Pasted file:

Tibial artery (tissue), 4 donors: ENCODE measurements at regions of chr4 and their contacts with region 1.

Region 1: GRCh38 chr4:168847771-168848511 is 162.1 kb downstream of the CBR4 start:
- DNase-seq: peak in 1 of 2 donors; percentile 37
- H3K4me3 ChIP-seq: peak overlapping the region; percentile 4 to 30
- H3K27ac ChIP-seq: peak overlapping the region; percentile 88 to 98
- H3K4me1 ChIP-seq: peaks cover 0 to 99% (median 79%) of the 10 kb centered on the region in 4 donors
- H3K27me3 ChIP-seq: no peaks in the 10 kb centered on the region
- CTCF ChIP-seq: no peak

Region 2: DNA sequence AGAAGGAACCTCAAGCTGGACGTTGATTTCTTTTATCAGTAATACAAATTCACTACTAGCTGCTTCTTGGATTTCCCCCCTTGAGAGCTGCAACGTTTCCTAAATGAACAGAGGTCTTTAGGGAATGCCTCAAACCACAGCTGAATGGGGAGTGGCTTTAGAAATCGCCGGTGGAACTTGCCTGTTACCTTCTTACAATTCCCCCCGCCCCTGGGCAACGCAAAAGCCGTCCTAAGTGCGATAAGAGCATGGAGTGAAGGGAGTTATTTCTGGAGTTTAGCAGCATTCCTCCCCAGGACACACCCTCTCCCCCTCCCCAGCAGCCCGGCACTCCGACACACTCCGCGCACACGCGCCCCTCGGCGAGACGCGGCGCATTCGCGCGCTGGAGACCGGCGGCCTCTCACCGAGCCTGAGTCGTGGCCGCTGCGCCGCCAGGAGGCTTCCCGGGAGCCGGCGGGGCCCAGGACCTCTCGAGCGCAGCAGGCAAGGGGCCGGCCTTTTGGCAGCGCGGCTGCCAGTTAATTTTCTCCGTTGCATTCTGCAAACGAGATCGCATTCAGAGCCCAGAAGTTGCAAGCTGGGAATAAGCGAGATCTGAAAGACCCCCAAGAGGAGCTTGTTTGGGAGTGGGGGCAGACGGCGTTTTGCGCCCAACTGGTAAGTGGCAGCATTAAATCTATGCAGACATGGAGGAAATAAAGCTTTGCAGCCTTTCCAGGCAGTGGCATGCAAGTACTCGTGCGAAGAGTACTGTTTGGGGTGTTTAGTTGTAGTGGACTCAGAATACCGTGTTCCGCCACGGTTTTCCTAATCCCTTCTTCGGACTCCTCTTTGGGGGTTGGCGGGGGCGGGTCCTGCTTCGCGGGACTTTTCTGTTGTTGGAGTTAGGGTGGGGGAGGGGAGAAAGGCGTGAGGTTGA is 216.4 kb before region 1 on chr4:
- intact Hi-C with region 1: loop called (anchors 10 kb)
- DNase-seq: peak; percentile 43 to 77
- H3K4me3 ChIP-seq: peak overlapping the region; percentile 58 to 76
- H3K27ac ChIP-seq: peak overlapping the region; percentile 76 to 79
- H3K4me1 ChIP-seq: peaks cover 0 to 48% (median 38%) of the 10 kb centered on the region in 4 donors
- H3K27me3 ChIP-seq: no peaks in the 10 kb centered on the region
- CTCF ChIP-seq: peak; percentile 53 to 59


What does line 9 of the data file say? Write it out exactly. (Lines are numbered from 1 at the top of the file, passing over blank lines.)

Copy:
Region 2: DNA sequence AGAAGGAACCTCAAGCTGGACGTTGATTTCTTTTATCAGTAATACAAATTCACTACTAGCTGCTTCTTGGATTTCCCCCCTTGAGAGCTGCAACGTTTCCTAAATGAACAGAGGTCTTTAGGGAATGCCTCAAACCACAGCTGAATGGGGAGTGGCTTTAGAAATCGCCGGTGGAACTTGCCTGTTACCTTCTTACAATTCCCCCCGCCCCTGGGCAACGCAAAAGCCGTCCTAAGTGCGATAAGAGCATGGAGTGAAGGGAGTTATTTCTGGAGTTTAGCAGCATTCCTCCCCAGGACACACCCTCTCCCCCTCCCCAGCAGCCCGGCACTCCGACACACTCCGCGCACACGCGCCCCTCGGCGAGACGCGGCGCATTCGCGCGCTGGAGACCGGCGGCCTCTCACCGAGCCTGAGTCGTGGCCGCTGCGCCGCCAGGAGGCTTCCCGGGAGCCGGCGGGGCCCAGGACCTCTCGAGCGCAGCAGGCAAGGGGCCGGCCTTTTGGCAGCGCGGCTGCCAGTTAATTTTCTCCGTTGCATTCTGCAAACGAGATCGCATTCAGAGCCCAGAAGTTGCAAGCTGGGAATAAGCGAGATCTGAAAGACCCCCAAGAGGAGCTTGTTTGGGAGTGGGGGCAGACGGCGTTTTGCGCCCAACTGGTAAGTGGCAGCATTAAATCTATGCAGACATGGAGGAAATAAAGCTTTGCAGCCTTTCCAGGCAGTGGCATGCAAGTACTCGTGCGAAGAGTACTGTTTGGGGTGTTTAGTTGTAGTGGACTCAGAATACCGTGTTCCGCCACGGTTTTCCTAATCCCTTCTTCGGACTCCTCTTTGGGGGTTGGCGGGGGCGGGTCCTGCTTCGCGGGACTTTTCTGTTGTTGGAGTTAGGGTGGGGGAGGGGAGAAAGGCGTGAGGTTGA is 216.4 kb before region 1 on chr4: